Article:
Despite wanting to do this, they are afraid of what others will think if they are found out, and Lovato sings, “I can keep a secret. Can you?” Of course, because Lovato is singing about the encounter, the secret is officially out; thus, that secret isn’t what mattered. Rather, Lovato simply wanted to build tension and suspense while developing the personalities of the women involved.
In the pre-chorus of “Cool for the Summer,” Lovato sings about her desire for this other woman, trying to explain why she wants to do what she wants to do. She sings, “Got my mind on your body / And your body on my mind.” She can’t stop thinking about the other woman’s body.
What really shows listeners (who may be doubting at this point) that the song is about another woman, is the pre-chorus’s third and fourth lines: “Got a taste for the cherry / I just need to take a bite.” According to Genius.com, the word (apart from its regular meaning in such a context) could also be a shoutout to the “cherry chapstick” mentioned in Katy Perry’s “I Kissed a Girl” or to a woman’s virginity in general, all options pointing at homosexual relations.
Lovato warns her friend, “Don’t tell your mother.” Part of being “cool for the summer,” as Lovato sings three lines later, is not letting anyone else know (including parents) and letting the entire relationship drop when the two return to normal life at the end of what will have been a wild summer fling.
Lovato tells her friend, “Kiss one another / Die for each other.” However far they plan to go, Lovato and her friend are experimenting both with affection and sex.
Of course, at the end of their experiment, they’re “cool for the summer.” No long-lasting emotional bond will be forged. When the summer is over, they will return to wherever they came.
In “Cool for the Summer’s” chorus, Lovato sings, “Take me down into your paradise,” which could be a reference to deeper intimacy. She sings, “Don’t be scared ’cause I’m your body type / Just something that we wanna try.” Lovato tries to make the encounter seem less “ground-breaking” by suggesting that this will not be a longterm preference–just something to try.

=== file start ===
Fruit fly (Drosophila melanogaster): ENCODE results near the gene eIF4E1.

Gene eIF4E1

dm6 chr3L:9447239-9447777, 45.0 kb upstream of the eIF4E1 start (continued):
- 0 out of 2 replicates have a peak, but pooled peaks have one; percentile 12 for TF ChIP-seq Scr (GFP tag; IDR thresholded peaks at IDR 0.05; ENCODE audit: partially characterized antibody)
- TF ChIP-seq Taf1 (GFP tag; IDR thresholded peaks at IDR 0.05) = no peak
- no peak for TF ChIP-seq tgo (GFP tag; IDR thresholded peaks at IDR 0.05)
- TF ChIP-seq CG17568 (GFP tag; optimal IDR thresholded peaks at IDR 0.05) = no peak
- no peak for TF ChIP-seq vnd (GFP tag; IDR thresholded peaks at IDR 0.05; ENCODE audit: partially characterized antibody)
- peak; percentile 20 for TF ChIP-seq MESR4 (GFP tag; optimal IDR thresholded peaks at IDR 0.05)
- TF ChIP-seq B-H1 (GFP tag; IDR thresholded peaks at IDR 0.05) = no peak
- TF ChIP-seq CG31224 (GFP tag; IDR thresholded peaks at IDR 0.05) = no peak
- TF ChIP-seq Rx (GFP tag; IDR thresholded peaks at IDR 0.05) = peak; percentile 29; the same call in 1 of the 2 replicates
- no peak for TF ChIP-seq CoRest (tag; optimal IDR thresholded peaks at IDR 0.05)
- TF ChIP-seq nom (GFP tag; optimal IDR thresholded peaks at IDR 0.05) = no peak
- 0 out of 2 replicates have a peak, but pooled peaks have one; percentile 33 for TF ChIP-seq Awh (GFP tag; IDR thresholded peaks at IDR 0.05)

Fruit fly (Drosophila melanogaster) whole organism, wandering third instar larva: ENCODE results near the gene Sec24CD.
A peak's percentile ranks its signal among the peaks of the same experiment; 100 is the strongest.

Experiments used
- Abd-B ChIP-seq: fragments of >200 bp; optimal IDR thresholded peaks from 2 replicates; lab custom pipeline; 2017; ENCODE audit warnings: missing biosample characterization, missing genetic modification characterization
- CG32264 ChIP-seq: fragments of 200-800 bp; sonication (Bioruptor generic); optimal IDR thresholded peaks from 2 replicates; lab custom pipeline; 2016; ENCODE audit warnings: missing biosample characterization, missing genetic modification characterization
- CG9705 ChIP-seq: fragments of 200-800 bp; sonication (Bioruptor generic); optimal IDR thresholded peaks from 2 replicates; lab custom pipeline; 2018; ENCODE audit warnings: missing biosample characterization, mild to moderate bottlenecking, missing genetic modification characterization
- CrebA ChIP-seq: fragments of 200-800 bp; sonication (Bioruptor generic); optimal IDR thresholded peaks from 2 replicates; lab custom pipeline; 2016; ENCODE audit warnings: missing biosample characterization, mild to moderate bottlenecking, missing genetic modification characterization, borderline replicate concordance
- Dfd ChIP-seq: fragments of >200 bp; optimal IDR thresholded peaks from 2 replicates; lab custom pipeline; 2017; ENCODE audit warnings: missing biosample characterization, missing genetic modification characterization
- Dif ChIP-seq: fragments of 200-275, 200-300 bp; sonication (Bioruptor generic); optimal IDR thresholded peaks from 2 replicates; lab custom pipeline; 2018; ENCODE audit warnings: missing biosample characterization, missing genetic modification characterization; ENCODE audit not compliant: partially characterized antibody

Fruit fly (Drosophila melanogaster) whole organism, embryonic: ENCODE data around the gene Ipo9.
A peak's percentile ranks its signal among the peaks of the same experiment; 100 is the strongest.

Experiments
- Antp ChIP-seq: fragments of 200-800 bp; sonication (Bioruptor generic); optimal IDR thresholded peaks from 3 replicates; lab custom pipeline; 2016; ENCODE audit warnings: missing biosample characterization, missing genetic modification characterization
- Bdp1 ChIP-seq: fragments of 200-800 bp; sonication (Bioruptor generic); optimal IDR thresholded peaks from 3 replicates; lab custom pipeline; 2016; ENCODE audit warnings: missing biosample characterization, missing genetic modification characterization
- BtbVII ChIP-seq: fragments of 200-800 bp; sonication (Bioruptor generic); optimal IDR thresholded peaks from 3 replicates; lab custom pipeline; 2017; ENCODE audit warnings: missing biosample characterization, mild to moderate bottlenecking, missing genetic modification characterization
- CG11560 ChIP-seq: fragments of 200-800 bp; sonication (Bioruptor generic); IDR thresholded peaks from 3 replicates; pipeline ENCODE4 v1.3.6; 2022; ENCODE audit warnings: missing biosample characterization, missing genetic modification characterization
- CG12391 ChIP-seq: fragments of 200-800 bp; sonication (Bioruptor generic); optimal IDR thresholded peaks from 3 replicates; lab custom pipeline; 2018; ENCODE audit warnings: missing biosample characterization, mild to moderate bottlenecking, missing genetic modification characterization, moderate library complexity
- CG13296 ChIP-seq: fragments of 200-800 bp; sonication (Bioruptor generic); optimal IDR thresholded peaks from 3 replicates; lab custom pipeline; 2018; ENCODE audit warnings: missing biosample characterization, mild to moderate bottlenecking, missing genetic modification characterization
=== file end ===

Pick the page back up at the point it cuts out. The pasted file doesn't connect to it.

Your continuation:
In Verse 2, Lovato asks the other woman to “[t]ell me if I won,” which could be a reference to convincing the other woman to enjoy the experience. Whatever the case, Lovato seems to be the sexual aggressor here. She’s trying to achieve a goal while the other woman is far more passive. Considering whether she was successful or not, Lovato asks, “If I did / What’s my prize?” which could be a reference to the other woman returning the favor.
Lovato sings, “I just wanna play with you, too / Even if they judge / F**k it / I’ll do the time / I just wanna have some fun with you.” Lovato believes that this experience is innocent and that she now doesn’t even care what people think. She desires this women (or homosexual experimentation) enough to disregard other people’s opinions of herself.
“Cool for the Summer” is not direct support for homosexual relationships; it’s Demi Lovato’s admitting to her own curiosity about other women’s bodies and thus her argument for the legitimizing of such relations. In the end, Demi Lovato declares that she doesn’t care what others think and won’t let them get between her and something she wants, no matter what that may be.
What do you think of “Cool for the Summer” by Demi Lovato? Do you think she’s advocating something concerning homosexuality or do you think this is just self-confession? Is what she’s doing right or wrong? I’d like to hear what you think, either in the comments below, on Twitter, or on Facebook. Don’t forget to follow! More pop song explanations to come! 🙂